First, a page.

Am I Missing The Obvious?
School starts in a couple of days and having had a bit of an extended break, I thought it about time I broke out MarsEdit and posted something…
Of course, I’m saying that school starts in a couple of days, but I can’t rule out the imminent demise of Western Society caused by the onset of
swine flu, er… Mexican flu, er… the H1N1 virus. One story that has really got me thinking that we are not really looking at the best use of our existing resources is the Times Education Scotland report: Lessons on TV if flu virus hits. Read the article and you’ll find that the Scottish Government is:
…in talks with broadcasters to provide “lessons on air” if schools have to close for lengthy periods to stop the spread of swine flu…
Why? Correct me if I’m wrong, but I thought we were spending umpty squazillion pounds to introduce the world’s first nationwide digital network in the shape of Glow? Indeed, the last I’d heard, all 32 of Scotland’s Local Authorities had either signed or were doing so imminently (I think it’s Falkirk and Fife who will be the last to sign up — I don’t think it’s a competition!)… so…
On the one hand, I applaud the prescience of the Scottish Government in thinking about the possible impact of a major outbreak of the H1N1 virus… but part of me is wondering why they are looking to use existing broadcasters to carry out lessons when I thought that was one of the major factors in deciding to implement Glow. Having had the real life experience of an ill pupil logging in to join the rest of the class in their lesson, I have to say that there is no real reason we shouldn’t be looking at this as an option for all pupils in the event of a ‘school closing’ epidemic. Indeed, I can’t really think of any good reason for considering using traditional broadcasters for the following reasons:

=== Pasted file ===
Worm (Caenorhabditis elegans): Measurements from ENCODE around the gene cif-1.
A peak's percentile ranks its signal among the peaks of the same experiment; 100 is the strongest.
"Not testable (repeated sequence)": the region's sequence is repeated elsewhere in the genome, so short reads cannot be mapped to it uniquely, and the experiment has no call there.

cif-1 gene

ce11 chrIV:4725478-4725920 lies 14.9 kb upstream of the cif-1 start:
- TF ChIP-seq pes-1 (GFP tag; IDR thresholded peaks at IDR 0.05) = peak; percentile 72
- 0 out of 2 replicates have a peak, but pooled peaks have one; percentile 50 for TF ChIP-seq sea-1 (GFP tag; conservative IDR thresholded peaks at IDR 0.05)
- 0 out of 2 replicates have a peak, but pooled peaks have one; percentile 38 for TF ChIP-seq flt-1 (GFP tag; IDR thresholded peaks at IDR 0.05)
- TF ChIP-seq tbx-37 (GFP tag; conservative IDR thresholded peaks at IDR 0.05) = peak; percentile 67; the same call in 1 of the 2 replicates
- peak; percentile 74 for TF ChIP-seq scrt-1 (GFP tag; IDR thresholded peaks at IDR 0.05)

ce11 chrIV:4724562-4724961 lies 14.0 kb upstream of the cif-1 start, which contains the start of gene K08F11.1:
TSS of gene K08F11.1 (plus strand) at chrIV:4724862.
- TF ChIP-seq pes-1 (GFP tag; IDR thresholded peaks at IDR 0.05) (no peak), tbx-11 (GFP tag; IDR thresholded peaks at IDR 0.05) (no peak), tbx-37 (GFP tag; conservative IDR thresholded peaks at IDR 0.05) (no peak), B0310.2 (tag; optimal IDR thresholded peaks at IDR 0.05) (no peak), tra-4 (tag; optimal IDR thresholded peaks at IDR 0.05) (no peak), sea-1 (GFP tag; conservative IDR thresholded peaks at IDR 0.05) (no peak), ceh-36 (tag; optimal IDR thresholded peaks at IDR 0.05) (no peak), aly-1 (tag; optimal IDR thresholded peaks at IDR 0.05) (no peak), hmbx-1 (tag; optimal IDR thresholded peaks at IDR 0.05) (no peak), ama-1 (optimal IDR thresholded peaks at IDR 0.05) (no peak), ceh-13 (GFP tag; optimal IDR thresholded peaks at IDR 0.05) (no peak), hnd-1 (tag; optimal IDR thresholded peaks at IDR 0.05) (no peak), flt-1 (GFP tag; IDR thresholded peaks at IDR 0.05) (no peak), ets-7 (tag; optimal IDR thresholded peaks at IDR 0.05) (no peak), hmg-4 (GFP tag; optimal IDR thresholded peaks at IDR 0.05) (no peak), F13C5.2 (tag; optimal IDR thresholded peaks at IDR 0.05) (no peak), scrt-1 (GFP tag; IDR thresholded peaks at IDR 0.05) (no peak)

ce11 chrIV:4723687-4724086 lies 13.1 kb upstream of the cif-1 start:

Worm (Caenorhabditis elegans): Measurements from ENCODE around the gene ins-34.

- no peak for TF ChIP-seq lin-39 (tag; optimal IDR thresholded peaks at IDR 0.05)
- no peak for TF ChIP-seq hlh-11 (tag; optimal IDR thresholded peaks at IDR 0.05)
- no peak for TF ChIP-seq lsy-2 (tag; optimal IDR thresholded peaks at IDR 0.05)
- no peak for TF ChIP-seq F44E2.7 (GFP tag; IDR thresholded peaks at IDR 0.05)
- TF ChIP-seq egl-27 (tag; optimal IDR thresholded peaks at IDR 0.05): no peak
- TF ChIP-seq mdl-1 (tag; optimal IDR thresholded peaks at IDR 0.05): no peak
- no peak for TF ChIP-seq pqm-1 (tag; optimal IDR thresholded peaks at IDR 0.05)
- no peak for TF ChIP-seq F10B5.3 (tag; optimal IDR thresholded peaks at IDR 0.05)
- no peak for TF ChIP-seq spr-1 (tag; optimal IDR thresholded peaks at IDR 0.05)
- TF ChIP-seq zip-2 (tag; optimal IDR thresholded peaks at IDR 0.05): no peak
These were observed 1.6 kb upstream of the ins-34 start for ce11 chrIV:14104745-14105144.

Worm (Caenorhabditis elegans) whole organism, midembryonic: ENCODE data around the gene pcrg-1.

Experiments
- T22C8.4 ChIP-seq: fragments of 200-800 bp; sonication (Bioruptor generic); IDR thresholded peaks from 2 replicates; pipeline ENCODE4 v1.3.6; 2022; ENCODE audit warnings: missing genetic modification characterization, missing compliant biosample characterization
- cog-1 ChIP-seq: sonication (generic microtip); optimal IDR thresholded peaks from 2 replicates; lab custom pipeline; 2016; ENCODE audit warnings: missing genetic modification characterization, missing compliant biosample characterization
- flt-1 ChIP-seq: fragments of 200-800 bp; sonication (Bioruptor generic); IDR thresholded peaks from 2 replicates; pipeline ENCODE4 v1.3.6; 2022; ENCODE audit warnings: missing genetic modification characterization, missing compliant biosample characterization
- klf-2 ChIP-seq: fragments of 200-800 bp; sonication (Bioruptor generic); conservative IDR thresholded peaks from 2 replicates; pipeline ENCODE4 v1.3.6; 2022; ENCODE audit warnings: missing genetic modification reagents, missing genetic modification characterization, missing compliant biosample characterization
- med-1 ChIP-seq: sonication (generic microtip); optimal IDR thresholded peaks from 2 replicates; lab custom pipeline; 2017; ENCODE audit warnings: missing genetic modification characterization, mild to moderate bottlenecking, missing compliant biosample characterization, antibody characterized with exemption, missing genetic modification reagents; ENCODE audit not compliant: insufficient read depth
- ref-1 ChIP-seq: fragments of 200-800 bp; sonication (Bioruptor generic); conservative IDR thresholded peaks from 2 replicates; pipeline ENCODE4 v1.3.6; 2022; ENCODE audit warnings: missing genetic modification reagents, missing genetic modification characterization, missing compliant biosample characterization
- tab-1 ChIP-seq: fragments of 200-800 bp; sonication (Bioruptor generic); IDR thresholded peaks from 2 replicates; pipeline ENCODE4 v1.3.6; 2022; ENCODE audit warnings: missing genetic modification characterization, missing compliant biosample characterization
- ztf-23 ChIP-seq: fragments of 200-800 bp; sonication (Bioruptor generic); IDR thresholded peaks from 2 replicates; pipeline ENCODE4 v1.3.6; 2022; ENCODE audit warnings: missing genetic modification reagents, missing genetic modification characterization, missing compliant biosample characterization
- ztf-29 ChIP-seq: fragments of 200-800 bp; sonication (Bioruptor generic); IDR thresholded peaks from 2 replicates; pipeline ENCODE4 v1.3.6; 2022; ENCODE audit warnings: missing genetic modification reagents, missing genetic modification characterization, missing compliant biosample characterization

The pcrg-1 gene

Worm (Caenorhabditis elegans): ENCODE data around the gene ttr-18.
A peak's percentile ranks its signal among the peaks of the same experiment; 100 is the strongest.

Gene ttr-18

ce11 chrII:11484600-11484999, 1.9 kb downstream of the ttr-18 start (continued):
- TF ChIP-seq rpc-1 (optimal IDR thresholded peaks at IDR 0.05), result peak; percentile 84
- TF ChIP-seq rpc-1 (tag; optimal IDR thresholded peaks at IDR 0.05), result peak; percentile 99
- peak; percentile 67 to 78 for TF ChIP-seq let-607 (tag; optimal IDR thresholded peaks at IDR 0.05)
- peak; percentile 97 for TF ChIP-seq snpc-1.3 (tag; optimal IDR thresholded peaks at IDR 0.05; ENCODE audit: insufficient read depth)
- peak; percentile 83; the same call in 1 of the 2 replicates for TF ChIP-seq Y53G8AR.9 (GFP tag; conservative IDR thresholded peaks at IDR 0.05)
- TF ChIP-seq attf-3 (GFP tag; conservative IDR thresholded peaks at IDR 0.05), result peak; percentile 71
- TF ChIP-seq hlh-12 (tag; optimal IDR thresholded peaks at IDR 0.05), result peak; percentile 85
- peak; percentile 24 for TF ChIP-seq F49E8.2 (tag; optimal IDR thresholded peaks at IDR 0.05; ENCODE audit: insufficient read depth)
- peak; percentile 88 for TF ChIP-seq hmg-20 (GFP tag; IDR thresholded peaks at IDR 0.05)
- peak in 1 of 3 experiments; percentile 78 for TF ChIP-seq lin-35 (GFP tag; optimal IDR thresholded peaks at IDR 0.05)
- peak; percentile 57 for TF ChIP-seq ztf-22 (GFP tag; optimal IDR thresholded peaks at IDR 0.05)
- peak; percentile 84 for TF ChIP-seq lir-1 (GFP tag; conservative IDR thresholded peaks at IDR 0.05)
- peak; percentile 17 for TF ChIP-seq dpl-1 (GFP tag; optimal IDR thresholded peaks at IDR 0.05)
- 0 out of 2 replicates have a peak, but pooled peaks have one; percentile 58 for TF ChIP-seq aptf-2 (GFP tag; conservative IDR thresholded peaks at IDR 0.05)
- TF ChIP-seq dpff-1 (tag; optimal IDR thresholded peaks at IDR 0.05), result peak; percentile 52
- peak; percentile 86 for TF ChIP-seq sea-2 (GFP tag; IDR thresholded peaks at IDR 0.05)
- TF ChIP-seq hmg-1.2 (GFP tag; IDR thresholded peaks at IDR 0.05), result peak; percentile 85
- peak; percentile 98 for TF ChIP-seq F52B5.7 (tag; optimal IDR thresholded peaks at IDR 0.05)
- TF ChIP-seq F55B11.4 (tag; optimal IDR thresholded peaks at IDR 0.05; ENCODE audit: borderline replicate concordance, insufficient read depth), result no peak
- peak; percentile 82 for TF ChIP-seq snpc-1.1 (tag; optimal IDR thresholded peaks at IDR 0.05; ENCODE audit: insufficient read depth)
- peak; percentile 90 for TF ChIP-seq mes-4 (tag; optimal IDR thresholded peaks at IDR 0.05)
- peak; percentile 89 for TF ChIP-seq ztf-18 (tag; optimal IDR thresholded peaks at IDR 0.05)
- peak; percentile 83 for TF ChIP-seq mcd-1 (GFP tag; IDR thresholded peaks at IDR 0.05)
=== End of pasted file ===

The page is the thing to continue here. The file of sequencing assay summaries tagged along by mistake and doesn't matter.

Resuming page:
|Pupils can get lessons from their own teachers!||A handful of ‘super-teachers’ would deliver unpersonalised lecture style programmes.|
|Pupils can get involved — ask questions, chat, share their work, create, interact…||Traditional media doesn’t listen, or respond or interact in any meaningful way.|
|GlowLearn would allow pupils to submit work electronically for assessment/feedback… even better, it would allow pupils to receive work at a suitable level for their abilities.||It’s called mass media for a reason. They target the largest ‘mass’ of the population (in this case pupils)… they cannot possibly hope to produce programmes to suit every pupil at the drop of a hat.|
|Glow is here, it is paid for, it works, it does everything and more we would wish of an emergency system for learning…||Let’s be realistic, short of showing lots of repeats, the programmes they would need to show do not yet exist… and making TV programmes takes time… probably about as long as the outbreak would last…|
So why is anyone seriously talking to traditional media when the solution is already in place. For me, the most depressing thing about the whole Times Ed article is this: Glow was not mentioned once. That is not good enough… What do you think?